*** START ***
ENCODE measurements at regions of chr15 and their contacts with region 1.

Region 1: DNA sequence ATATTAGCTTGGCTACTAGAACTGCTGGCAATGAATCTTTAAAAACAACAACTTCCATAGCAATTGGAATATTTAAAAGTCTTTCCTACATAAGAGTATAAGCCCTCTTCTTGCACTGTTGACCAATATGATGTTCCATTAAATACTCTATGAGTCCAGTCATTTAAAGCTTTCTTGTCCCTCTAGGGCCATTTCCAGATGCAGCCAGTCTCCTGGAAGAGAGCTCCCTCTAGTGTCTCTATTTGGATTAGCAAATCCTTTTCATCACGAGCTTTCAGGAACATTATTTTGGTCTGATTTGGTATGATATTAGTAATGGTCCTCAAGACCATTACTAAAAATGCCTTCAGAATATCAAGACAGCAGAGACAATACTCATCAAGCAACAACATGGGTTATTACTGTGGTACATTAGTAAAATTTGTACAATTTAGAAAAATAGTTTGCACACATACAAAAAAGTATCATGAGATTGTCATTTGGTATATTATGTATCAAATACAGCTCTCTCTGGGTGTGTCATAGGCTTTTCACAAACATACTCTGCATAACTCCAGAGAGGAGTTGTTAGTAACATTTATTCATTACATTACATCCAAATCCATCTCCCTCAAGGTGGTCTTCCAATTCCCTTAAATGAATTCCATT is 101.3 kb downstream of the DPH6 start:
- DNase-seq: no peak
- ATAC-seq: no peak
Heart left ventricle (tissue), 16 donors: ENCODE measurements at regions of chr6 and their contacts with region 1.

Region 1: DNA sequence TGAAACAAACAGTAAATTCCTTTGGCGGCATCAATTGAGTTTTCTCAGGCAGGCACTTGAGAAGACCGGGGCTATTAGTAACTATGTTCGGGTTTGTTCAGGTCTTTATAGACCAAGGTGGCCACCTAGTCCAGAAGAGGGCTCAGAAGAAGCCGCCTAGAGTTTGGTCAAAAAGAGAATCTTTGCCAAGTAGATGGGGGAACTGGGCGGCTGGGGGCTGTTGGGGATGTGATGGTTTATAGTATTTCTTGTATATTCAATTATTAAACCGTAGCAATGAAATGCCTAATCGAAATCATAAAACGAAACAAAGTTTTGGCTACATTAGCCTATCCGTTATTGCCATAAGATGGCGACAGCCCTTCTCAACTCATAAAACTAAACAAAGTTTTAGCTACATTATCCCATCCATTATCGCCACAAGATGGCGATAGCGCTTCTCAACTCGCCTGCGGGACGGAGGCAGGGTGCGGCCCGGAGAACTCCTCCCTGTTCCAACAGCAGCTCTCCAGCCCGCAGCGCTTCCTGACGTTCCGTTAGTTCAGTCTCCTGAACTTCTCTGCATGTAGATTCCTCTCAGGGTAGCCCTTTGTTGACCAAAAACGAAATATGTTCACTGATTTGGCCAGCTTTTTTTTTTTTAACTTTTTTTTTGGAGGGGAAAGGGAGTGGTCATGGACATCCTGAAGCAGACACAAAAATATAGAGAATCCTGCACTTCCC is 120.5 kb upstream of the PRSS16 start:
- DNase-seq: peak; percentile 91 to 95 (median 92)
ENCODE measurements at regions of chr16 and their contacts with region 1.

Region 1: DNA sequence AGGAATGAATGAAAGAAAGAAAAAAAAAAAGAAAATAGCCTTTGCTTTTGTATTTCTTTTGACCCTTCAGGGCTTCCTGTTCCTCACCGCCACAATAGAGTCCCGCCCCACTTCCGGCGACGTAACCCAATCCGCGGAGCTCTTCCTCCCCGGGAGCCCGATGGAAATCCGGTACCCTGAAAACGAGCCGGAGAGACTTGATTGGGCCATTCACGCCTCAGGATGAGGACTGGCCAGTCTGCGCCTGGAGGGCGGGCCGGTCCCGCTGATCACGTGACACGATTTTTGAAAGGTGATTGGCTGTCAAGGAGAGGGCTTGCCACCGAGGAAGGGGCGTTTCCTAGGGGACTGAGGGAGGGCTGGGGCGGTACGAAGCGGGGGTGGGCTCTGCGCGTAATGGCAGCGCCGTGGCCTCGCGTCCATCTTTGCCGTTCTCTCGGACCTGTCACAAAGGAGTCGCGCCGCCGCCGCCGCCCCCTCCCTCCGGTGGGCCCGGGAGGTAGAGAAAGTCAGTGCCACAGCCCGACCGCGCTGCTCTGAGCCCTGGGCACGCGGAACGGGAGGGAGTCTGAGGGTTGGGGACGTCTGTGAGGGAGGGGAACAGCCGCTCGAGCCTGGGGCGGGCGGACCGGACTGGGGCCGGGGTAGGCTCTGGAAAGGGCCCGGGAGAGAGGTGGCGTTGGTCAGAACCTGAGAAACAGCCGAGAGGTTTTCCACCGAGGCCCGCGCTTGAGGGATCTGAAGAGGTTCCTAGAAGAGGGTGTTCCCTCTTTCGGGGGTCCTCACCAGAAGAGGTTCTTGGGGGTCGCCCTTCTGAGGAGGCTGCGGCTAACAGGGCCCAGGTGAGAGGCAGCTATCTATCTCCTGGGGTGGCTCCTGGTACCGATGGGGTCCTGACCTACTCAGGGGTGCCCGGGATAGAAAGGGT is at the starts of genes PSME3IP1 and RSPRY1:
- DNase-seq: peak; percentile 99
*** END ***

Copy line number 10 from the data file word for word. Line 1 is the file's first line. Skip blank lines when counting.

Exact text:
- DNase-seq: peak; percentile 99